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The main purpose of this study is to investigate if improvements in patient self-reported pain, symptoms, function and quality of life 12 months after Lumbar spinal fusion among patients that have good projected prognosis differ from those among patients with a poor projected prognosis.
The secondary purpose is to explore the underlying factors of the physiotherapists projected prognosis to identify objective and possible modifiable candidate prognostic factors for recovery.
Over recent decades, an increasing number of patients with Chronic Low Back Pain (CLBP) undergo surgical lumbar spinal fusion (LSF). For many of the patients LSF is their last resort in the hope of a better life with less pain, disability and use of medication. Unfortunately, several reports show, that the pain level remains the same after LSF for many patients, and that consumption of medication remains unchanged in almost 50 % of the patients.
Knowing that characteristics such as maladaptive coping strategies, fear avoidance beliefs and pain catastrophizing seem to be predictive of worse outcome in pain, function and quality of life after surgery. It is important to assess how we can address these individual factors in the postsurgical rehabilitation.
The single physiotherapists have an essential role in mobilizing the LSF patient post-operatively. In clinical practice it is not enough for the physiotherapists to use their biomechanical understanding of LSF material and heeling processes, it is also essential to use a so-called "silent knowledge" of experience and personal interaction with the patient.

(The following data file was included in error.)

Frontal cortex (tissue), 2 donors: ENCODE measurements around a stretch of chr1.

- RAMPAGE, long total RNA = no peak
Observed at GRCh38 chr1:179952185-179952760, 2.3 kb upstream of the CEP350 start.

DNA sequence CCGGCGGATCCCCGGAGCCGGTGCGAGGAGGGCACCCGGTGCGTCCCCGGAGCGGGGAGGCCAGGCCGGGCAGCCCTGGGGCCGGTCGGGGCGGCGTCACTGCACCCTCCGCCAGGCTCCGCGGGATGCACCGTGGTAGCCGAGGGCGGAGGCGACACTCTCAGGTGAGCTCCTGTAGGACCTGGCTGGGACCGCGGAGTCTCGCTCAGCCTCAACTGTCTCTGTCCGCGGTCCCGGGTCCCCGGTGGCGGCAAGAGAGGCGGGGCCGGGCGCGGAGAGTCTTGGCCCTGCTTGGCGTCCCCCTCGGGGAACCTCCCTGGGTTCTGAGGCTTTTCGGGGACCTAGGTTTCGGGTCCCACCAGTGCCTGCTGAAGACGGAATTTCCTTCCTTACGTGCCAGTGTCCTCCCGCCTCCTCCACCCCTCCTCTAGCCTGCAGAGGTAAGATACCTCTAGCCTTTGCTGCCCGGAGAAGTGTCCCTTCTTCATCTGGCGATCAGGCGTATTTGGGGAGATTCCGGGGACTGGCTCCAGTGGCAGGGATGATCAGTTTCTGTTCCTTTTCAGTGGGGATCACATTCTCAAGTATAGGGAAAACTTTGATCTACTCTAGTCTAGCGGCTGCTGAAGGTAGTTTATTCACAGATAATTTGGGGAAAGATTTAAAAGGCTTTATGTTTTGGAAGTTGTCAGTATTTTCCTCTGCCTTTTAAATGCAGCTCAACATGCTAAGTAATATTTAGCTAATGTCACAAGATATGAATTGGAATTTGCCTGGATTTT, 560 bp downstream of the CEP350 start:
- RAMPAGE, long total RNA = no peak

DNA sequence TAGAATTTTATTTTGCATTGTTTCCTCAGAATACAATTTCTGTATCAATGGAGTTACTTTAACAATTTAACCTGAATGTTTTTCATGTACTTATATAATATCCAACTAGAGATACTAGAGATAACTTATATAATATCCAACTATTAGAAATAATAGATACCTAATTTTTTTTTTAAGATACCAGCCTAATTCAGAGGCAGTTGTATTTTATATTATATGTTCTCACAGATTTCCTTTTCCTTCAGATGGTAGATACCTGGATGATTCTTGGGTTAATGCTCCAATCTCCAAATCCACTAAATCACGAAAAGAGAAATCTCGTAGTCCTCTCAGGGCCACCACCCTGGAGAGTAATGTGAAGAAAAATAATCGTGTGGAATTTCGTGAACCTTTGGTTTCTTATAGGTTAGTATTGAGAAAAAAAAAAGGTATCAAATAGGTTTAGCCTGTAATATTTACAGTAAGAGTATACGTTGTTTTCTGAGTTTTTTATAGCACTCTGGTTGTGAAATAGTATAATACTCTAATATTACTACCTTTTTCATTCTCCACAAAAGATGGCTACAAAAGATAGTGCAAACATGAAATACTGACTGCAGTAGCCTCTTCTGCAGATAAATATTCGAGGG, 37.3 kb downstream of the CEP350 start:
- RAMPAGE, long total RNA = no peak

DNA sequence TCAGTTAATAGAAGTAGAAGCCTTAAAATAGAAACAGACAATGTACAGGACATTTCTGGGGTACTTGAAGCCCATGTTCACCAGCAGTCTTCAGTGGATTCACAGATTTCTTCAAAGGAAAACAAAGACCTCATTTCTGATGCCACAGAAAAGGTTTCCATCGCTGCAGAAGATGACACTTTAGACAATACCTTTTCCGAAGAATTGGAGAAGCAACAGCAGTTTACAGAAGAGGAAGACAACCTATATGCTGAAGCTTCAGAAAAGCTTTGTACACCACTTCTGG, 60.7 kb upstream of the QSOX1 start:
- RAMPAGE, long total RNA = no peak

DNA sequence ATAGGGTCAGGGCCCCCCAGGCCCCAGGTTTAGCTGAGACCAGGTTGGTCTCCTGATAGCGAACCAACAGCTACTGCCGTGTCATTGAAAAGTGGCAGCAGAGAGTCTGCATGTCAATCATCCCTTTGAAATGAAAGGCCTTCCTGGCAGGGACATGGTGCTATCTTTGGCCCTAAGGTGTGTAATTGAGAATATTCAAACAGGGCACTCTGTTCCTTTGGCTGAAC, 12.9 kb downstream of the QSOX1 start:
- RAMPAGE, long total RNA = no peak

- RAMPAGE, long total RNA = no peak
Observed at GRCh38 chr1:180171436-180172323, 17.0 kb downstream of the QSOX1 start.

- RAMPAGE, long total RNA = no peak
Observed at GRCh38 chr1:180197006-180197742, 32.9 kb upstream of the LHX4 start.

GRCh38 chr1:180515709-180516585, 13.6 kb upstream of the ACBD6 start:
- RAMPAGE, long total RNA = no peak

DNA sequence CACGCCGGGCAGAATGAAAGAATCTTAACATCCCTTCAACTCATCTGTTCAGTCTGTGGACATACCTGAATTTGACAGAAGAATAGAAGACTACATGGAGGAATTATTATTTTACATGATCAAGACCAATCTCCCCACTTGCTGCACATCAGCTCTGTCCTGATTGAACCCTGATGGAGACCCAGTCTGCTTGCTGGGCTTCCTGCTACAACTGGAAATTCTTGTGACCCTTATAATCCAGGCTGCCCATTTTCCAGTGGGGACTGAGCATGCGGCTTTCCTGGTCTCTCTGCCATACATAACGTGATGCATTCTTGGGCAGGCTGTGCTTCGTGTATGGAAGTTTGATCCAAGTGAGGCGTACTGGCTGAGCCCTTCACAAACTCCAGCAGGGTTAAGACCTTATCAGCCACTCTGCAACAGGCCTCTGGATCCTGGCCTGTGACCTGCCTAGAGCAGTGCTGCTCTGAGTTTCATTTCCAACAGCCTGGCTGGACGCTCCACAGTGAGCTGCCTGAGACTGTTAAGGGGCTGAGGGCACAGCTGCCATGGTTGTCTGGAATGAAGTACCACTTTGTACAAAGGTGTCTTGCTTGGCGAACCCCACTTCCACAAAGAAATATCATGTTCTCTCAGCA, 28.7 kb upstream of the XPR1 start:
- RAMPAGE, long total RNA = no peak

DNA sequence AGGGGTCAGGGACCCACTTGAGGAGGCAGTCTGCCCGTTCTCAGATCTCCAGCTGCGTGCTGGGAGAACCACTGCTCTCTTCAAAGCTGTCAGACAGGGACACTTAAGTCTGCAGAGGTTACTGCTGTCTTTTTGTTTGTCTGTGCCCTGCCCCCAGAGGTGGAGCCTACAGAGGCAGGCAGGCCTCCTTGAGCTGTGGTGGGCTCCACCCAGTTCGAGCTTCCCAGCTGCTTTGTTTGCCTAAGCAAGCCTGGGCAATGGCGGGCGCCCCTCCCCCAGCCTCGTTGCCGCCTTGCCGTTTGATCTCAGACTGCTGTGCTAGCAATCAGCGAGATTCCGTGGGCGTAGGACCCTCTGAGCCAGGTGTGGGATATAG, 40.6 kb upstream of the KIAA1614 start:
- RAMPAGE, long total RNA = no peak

It remains unknown if this "silent knowledge" is a reliable predictor of the outcome of LSF surgery. If the physiotherapist can predict the outcome, it is important to explore which factors the physiotherapist rely their prognosis upon in order to identify objective and possible modifiable candidate prognostic factors for recovery.
With this study we aim to assess if physiotherapists attending inpatients at public back surgery hospitals can predict the future course (post hospitalisation) of recovery of patients undergoing LSF. We will also break down the physiotherapists' "silent knowledge" in an attempt to identify objective (and hopefully modifiable) candidate prognostic markers of recovery.
Low Back Pain
Lumbar spinal fusion
Department of Occupational and Physiotherapy, Rigshospitalet Glostrup
Not yet recruiting
Published on BioPortfolio: 2018-09-21T05:20:17-0400
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A condition of persistent pain and discomfort in the BACK and the LEG following lumbar surgery, often seen in patients enrolled in pain centers.
Acute or chronic pain in the lumbar or sacral regions, which may be associated with musculo-ligamentous SPRAINS AND STRAINS; INTERVERTEBRAL DISK DISPLACEMENT; and other conditions.
Tapping of the subarachnoid space in the lumbar region, usually between the third and fourth lumbar vertebrae.
The replacement of intervertebral discs in the spinal column with artificial devices. The procedure is done in the lumbar or cervical spine to relieve severe pain resulting from INTERVERTEBRAL DISC DEGENERATION.
The anterior concavity in the curvature of the lumbar and cervical spine as viewed from the side. The term usually refers to abnormally increased curvature (hollow back, saddle back, swayback). It does not include lordosis as normal mating posture in certain animals ( = POSTURE + SEX BEHAVIOR, ANIMAL).
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